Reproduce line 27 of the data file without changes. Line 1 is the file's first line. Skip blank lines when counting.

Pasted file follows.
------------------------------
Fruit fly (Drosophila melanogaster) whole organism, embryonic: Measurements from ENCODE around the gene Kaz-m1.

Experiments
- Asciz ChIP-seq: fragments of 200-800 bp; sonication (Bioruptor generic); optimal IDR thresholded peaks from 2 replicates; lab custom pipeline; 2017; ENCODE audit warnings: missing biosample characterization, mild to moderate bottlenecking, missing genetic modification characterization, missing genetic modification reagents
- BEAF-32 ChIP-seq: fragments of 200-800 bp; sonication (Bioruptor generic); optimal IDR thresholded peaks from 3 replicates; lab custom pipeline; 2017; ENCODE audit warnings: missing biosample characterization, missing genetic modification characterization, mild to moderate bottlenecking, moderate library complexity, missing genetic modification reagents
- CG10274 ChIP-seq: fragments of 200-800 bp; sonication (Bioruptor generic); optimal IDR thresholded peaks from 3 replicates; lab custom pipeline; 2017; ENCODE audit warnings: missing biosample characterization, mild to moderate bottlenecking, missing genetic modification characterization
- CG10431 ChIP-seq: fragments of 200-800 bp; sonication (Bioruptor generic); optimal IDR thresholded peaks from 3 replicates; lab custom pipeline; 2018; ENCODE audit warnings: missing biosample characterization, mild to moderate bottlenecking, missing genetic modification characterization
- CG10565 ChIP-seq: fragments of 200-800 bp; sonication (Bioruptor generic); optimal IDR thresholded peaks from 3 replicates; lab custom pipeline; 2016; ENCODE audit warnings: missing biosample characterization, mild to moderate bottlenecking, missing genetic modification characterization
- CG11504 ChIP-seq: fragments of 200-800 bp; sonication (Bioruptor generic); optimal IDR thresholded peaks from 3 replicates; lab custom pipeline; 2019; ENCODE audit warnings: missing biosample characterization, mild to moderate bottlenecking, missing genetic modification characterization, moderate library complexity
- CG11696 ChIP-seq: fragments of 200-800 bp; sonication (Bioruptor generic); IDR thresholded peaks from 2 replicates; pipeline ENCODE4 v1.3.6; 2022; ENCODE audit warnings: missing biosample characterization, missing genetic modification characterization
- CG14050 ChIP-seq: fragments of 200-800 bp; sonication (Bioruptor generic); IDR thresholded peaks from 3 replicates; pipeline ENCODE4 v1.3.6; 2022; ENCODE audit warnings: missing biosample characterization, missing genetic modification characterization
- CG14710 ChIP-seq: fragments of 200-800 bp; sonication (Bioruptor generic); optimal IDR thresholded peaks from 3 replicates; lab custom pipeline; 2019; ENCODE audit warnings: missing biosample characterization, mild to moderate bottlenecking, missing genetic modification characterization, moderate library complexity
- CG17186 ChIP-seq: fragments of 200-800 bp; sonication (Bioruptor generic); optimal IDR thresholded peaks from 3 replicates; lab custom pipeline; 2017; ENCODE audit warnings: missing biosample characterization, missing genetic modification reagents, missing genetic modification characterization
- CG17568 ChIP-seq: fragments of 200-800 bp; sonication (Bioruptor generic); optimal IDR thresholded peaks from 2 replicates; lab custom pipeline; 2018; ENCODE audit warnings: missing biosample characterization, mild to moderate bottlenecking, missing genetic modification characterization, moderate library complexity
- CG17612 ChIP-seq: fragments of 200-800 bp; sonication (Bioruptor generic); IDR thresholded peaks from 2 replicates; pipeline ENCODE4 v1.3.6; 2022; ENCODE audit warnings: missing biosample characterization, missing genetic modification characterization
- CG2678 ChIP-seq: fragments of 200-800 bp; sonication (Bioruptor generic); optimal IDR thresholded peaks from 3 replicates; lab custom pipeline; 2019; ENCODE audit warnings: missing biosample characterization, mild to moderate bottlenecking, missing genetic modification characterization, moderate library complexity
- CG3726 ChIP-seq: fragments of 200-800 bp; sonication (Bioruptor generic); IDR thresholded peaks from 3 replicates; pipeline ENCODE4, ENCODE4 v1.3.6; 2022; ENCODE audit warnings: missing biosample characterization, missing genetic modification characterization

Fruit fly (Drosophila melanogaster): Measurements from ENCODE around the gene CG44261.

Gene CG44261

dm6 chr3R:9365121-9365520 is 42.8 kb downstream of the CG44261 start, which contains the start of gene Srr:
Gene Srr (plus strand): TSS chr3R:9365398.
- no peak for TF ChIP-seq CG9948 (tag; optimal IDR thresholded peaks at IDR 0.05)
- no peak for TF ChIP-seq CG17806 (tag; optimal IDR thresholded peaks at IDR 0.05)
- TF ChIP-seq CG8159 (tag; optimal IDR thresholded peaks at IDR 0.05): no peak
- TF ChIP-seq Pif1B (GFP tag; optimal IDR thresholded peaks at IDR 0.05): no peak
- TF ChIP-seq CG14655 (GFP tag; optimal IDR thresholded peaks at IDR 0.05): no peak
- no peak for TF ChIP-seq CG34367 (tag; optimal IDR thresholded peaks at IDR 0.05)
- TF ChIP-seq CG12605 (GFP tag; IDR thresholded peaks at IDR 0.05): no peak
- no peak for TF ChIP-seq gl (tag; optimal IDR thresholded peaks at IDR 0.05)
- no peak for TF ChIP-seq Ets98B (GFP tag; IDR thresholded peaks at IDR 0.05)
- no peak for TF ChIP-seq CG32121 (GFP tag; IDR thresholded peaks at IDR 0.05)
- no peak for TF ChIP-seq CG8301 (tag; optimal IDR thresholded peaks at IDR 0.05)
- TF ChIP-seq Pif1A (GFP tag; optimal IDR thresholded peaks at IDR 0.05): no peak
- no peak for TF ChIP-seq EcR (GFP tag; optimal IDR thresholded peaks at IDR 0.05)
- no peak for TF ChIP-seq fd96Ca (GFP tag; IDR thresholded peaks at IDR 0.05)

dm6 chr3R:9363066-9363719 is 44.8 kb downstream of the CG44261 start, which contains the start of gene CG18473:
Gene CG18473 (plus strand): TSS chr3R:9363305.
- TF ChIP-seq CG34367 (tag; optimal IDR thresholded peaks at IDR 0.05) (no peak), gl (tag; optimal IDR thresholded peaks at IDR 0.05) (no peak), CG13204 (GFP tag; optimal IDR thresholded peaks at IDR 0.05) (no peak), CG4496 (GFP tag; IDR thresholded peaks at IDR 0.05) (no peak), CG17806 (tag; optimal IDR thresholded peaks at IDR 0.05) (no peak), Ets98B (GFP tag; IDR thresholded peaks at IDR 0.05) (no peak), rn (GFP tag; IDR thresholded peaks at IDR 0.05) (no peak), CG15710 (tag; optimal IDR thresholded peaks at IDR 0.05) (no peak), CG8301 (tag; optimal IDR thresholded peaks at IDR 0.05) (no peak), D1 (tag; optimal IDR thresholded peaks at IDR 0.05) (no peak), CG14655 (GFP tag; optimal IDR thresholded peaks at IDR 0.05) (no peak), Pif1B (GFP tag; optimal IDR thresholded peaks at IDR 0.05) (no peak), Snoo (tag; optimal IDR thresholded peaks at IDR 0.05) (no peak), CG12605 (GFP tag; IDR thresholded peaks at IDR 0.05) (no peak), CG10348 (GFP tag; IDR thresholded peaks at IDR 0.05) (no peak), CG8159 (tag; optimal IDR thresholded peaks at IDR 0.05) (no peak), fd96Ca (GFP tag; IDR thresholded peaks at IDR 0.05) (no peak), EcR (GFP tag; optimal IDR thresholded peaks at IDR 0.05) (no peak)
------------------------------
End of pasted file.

- TF ChIP-seq CG12605 (GFP tag; IDR thresholded peaks at IDR 0.05): no peak